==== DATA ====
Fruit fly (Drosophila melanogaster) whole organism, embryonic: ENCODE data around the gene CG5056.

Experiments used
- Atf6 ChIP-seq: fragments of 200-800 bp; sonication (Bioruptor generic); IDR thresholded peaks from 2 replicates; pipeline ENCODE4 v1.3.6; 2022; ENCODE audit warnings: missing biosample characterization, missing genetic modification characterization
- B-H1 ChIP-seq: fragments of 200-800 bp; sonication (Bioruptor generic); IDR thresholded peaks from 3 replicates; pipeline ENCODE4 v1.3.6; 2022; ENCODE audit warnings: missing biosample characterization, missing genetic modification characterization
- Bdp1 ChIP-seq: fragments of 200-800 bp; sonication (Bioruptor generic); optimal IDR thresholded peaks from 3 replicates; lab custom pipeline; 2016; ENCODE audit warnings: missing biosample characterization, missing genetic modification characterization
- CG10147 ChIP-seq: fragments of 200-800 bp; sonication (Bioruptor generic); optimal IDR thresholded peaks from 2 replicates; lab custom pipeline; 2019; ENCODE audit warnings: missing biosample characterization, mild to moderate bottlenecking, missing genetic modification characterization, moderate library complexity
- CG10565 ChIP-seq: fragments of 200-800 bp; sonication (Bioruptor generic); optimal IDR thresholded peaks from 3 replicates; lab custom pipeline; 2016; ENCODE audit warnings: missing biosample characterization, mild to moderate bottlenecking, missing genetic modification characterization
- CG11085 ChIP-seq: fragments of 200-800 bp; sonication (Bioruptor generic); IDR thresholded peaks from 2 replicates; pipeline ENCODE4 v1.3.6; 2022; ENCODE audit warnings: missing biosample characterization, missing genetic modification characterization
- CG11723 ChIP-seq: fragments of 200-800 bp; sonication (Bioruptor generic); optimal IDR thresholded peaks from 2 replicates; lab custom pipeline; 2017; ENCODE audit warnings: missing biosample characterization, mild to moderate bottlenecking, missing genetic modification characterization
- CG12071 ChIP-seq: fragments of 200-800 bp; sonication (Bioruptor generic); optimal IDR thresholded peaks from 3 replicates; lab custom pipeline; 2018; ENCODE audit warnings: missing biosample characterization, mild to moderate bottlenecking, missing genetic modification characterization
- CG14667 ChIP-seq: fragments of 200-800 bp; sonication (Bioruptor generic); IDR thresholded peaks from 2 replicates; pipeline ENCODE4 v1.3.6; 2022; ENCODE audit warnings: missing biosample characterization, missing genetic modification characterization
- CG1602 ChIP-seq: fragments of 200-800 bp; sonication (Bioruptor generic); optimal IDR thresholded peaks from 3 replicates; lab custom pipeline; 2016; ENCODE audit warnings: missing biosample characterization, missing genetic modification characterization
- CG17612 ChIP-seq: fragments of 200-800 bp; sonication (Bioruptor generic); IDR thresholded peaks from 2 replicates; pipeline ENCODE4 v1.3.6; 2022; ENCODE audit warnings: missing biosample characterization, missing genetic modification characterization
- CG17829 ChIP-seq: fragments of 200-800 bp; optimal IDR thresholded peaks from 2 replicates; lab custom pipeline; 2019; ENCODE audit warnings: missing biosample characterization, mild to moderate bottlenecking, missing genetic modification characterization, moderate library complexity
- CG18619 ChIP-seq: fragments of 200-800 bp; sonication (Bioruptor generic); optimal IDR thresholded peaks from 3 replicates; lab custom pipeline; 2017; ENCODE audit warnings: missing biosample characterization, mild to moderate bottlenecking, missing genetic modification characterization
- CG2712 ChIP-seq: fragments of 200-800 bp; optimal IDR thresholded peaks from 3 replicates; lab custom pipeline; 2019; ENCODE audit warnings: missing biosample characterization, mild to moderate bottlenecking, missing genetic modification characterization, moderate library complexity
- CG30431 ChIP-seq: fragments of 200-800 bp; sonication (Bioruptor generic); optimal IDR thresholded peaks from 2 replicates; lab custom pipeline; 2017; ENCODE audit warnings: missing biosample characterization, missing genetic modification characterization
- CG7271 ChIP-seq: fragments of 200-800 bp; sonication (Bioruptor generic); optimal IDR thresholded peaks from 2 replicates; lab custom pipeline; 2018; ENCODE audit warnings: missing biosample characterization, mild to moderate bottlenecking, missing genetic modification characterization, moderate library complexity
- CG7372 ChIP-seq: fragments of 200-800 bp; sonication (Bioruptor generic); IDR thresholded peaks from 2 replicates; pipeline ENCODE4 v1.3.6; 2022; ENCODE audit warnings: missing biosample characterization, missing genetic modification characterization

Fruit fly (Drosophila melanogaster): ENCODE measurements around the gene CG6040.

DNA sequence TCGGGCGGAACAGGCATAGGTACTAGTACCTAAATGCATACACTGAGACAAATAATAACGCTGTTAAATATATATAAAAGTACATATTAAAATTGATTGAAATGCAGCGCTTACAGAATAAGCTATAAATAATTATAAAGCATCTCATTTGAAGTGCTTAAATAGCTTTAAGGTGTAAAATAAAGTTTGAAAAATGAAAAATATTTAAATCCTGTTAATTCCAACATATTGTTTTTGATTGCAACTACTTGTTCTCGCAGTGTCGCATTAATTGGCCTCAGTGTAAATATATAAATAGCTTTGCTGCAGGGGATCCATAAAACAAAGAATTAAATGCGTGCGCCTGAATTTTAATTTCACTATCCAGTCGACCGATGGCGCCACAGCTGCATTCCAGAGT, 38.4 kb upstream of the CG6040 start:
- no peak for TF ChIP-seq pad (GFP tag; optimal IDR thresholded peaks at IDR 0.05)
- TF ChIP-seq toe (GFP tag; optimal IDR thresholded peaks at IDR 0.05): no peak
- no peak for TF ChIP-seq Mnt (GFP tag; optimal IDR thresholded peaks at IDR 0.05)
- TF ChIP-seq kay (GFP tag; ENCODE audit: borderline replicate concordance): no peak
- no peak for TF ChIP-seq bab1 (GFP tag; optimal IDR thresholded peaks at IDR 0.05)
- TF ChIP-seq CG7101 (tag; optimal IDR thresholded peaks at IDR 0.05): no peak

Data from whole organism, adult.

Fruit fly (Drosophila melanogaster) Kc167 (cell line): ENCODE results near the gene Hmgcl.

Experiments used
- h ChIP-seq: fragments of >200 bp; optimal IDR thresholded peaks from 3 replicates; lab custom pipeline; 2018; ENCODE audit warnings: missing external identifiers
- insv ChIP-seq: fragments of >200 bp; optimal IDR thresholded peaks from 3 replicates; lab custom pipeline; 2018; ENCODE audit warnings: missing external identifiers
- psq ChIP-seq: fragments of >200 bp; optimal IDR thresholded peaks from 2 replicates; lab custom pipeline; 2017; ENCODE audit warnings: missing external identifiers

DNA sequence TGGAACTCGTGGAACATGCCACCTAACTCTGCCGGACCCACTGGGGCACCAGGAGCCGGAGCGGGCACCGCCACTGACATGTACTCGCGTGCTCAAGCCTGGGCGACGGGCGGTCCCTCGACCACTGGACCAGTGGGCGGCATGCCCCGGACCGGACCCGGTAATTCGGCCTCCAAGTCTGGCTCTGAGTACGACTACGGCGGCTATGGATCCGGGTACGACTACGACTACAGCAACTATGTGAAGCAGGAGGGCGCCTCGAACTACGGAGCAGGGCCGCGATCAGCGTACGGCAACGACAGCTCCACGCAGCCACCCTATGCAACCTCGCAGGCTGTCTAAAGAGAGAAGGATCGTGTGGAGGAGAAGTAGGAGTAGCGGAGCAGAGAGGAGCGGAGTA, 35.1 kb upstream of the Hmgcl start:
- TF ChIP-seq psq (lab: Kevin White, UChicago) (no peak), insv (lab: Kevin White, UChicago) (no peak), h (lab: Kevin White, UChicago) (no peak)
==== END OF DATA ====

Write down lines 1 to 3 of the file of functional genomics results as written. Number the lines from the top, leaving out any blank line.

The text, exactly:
Fruit fly (Drosophila melanogaster) whole organism, embryonic: ENCODE data around the gene CG5056.

Experiments used
- Atf6 ChIP-seq: fragments of 200-800 bp; sonication (Bioruptor generic); IDR thresholded peaks from 2 replicates; pipeline ENCODE4 v1.3.6; 2022; ENCODE audit warnings: missing biosample characterization, missing genetic modification characterization